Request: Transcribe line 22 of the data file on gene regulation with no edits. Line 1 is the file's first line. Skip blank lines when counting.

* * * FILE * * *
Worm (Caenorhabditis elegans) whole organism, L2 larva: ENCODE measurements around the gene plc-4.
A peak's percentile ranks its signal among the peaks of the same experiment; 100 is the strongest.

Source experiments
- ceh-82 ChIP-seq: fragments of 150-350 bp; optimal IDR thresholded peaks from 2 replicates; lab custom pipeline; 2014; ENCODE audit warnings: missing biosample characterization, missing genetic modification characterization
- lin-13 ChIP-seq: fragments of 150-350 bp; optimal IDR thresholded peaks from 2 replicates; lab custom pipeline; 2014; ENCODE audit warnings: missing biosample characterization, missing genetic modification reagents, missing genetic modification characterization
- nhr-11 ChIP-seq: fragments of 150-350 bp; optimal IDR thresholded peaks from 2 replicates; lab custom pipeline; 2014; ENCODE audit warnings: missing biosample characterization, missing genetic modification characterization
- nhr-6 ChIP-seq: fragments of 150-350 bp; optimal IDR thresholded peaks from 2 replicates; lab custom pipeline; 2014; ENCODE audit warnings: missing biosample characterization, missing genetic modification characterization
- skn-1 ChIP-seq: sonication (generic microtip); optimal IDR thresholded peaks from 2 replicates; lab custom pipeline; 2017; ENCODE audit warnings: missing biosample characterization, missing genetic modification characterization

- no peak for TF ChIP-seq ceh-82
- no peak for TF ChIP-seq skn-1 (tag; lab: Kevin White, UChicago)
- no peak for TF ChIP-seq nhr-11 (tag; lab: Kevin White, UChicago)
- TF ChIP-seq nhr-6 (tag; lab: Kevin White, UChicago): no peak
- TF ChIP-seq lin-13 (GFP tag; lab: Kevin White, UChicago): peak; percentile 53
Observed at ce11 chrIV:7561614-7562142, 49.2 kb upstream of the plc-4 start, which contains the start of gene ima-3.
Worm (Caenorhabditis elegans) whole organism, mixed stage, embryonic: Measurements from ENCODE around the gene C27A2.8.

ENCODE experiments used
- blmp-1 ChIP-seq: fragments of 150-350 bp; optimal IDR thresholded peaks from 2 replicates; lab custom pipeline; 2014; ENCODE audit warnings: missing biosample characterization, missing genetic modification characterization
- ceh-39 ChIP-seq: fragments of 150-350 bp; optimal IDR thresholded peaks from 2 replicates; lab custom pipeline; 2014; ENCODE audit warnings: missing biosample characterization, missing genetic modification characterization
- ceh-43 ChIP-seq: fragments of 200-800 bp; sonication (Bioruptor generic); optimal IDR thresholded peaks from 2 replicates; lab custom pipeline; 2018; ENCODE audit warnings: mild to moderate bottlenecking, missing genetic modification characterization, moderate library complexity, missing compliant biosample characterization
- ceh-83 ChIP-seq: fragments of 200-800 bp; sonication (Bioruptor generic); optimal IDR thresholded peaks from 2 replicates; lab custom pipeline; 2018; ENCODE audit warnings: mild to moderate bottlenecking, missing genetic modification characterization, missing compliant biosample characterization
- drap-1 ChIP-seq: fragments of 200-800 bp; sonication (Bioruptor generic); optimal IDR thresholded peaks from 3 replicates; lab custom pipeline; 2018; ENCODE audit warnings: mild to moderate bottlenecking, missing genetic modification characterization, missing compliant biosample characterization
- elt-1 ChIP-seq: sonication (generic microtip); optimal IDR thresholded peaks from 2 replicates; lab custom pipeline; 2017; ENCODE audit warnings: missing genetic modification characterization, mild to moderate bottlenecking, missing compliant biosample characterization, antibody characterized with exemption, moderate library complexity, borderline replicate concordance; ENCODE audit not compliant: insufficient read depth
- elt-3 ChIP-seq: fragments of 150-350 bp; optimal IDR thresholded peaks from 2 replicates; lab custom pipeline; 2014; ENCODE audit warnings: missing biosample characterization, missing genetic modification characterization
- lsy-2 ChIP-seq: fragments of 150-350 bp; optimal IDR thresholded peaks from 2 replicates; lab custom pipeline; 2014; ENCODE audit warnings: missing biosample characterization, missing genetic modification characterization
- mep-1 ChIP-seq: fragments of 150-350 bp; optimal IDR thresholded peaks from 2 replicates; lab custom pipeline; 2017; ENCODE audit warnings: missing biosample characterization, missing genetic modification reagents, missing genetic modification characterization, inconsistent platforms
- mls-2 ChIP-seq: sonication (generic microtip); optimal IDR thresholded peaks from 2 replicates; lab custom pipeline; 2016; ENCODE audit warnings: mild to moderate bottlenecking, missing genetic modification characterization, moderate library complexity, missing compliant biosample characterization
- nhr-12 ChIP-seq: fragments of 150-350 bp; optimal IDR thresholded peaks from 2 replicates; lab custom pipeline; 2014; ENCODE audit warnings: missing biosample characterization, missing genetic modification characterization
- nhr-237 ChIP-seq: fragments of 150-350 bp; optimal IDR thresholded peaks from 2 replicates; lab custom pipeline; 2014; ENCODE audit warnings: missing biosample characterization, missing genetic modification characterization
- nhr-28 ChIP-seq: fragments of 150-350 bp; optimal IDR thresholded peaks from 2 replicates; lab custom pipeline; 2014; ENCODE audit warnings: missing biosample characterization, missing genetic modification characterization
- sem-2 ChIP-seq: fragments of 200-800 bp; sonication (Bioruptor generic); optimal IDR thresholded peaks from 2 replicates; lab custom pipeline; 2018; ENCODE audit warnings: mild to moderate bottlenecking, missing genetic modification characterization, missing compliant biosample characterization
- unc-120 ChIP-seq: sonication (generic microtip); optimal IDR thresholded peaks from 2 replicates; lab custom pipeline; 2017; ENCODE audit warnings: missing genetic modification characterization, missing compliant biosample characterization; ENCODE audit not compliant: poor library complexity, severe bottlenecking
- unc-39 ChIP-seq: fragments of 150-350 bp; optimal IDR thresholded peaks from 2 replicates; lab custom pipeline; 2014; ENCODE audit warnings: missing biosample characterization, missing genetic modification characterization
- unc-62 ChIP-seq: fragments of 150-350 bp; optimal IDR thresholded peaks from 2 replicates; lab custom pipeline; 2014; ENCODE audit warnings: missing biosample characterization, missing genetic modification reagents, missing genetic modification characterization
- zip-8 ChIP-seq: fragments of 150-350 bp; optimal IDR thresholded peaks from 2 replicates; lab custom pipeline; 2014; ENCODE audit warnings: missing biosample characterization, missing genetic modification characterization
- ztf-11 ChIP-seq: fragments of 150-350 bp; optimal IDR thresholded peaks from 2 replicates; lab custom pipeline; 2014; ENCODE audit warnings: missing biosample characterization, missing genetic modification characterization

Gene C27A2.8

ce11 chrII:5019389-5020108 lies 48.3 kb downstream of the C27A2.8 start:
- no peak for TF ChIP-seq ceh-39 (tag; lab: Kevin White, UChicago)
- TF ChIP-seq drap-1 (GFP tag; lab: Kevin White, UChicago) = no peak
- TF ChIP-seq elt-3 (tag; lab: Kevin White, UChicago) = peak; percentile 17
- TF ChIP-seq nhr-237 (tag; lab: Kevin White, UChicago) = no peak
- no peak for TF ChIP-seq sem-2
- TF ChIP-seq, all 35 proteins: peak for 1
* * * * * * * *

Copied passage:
- elt-1 ChIP-seq: sonication (generic microtip); optimal IDR thresholded peaks from 2 replicates; lab custom pipeline; 2017; ENCODE audit warnings: missing genetic modification characterization, mild to moderate bottlenecking, missing compliant biosample characterization, antibody characterized with exemption, moderate library complexity, borderline replicate concordance; ENCODE audit not compliant: insufficient read depth